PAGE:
I love being able to be in community with women who have gone through something like this because it’s kind of an unspoken sorority that we really don’t want to be a part of, but we know how each other feels, and we can be vulnerable in a way. We probably won’t be vulnerable to other people, especially our girlfriends, our best friends, the people that we love and we’ve known for years because they just may not have gone through that experience. They just don’t understand how raw and how painful and how dark it can be for people. But there is light in that darkness. You really just have to do the work through therapy, prayer, meditation, self-care, and self-love. I always tell people to turn to the arts. Find something artistic that you love to do, whether that’s painting, poetry. For me, it’s podcasting. Do you know what I’m saying? Something that you can focus on and that can help navigate you through your grief journey and to help you cope. It’s my life’s mission to continue to do this purpose work and really guide women and men on really what it looks like as they navigate through the journey. Then, what does it look like on the other side? As I said, I think we all will continue to grieve as our life goes on.
Vanessa: I love the emphasis on maternal mental health, which I think gets overlooked. I also like, especially with the podcast that you do (Sisters in Loss), your emphasis on storytelling. You also talked about if you’ve experienced a loss, that it can help to journal and document your story a little bit. Can you explain why?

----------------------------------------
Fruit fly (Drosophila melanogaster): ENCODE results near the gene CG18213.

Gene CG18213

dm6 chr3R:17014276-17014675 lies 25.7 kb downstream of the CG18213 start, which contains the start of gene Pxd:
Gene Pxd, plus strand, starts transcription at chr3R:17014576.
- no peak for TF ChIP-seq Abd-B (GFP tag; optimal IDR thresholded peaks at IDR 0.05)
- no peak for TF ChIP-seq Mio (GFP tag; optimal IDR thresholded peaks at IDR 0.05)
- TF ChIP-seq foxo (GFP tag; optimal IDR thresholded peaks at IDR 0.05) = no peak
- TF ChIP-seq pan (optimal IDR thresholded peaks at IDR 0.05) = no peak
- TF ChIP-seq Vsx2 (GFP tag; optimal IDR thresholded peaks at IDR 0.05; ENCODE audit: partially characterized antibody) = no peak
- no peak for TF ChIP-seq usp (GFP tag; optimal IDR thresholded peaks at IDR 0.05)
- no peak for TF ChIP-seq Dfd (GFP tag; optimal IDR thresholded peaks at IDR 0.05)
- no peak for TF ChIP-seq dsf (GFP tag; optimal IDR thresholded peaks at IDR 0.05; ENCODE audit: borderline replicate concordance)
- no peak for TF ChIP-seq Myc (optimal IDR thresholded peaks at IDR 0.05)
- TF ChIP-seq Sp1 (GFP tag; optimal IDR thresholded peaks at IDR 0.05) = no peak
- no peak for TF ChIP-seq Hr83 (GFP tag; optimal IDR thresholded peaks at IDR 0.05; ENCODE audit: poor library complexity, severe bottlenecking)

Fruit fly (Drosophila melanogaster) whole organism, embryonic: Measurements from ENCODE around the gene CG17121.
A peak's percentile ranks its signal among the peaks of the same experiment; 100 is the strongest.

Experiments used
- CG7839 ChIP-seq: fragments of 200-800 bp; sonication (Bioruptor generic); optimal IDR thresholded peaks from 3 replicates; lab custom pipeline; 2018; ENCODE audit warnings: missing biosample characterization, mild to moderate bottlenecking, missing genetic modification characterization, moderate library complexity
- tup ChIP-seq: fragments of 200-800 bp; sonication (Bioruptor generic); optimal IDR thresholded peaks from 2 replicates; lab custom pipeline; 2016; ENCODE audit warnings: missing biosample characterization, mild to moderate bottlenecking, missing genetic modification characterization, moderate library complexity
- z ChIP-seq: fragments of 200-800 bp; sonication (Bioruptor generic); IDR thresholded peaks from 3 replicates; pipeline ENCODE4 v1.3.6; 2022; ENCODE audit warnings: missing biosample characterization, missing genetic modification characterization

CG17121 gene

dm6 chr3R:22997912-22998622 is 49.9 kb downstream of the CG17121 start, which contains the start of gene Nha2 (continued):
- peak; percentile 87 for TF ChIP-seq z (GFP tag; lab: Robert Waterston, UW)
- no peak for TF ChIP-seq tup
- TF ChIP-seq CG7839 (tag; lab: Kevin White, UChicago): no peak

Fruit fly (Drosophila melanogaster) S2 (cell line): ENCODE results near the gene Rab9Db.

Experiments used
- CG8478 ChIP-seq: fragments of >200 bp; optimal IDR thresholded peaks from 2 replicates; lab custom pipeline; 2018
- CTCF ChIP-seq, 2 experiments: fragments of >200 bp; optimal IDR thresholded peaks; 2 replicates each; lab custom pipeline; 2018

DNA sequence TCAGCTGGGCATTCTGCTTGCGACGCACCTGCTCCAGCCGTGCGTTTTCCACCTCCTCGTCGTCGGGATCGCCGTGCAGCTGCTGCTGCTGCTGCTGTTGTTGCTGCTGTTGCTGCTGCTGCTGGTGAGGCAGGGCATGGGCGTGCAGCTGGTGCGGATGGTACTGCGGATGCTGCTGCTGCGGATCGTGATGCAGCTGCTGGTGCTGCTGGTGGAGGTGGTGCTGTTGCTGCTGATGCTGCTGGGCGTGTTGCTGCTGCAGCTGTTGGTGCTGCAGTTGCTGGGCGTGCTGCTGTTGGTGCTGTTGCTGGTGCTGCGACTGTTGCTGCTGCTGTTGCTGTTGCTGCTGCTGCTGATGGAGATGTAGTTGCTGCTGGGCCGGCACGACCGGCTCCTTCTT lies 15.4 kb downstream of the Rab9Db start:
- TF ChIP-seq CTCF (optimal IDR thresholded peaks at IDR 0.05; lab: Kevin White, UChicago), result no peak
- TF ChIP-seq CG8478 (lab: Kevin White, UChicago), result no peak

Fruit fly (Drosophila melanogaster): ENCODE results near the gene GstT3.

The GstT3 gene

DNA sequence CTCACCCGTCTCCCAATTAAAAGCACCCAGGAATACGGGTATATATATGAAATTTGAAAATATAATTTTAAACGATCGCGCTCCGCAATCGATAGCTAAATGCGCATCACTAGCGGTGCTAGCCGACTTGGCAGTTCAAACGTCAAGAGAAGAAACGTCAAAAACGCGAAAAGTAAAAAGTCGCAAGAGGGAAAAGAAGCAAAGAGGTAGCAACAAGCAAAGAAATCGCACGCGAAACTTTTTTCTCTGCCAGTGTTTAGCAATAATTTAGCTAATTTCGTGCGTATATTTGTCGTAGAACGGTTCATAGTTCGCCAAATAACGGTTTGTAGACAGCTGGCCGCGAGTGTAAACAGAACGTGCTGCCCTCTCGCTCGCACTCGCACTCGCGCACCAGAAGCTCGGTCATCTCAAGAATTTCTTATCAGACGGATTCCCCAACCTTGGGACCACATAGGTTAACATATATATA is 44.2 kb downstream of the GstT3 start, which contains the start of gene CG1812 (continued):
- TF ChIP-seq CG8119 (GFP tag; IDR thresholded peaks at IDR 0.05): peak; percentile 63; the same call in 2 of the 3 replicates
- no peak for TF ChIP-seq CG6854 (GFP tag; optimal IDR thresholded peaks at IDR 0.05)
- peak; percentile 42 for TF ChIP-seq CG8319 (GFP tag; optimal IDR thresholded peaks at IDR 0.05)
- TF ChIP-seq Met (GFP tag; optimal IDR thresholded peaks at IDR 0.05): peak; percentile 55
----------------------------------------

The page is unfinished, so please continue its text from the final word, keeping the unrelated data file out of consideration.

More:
Erica: Because when you’ve gone through something so traumatic, you may not have even collectively said the story out loud, audibly, or even written it out. It’s all in your mind, it’s all of the things that you have felt. So being able to write your story and write it out, plainly no stopping, no editing, just getting it out, is a starting process in your healing. It allows your mind and body to really connect back to those emotions you did feel at the time, but it also allows you to get it out. I really feel like when it comes to grief and healing, that we can’t harbor those emotions inside of our bodies; we have to let them out some way.
In the black community, statistically, we have higher rates of diabetes and hypertension and high blood pressure, heart disease, and the list goes on. It’s because we are carrying all this stress and trauma in our bodies that show up in the form of some of these diseases. I mean, obviously, there’s some other factors there too, but stress is a big portion of it. I believe that once you start to journal and really get your feelings out, no matter how raw they are, and put them on paper, it allows you to start to release slowly but surely some of that trauma that built up stress that you have your body. Also, journaling helps you if you do get licensed mental health professional. They can help you navigate through your feelings because you’ve already journaled them out. One thing that I realized on my journey is that it was very hard for me to articulate how I felt, but I can write it out. It was just hard for me to speak it. And the exercise of actually writing out how I felt and bringing it to my therapy sessions was therapeutic for my relationship with my therapist. My therapist could actually read what I wrote. I could actually articulate it back more clearly to them and say, Hey, well, this is how I felt these aren’t just fewer words. These are verbs and adjectives on exactly what I was going through at that time, at that moment, when I was thinking about this particular incident in my journey. Being able to write it out also allows you to be able to talk about it more freely in a professional, confidential therapy relationship. Then on the other side, I believe writing it out allows you to begin to heal. Getting your story out, whether it’s audibly or on paper form, allows you to start to speak it, to actually see it in its entirety.